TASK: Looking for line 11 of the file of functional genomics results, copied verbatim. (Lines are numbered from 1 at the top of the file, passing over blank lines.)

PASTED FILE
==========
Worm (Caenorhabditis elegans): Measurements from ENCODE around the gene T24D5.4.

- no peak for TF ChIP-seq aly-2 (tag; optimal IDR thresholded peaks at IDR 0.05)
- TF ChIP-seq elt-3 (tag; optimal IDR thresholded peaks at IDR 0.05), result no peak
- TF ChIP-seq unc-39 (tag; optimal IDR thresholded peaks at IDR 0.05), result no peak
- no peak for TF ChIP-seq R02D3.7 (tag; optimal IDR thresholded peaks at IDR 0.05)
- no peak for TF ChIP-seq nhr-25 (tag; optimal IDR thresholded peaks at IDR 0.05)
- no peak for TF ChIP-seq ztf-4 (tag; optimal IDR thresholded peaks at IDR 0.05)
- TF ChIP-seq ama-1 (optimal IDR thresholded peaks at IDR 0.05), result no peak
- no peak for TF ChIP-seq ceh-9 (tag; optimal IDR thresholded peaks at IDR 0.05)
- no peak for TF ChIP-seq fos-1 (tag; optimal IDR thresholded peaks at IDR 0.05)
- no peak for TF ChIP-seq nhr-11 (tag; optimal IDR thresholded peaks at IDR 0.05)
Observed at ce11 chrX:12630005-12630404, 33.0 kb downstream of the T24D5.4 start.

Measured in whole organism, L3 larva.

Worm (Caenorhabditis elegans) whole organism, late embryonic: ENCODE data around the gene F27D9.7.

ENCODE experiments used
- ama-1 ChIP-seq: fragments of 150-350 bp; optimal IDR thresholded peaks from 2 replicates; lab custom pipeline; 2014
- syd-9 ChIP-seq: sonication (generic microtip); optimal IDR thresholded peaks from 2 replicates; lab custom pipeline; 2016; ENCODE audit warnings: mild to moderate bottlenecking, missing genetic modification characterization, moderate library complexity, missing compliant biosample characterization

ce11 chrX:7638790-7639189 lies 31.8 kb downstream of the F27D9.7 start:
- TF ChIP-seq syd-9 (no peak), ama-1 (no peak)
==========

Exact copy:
- no peak for TF ChIP-seq nhr-11 (tag; optimal IDR thresholded peaks at IDR 0.05)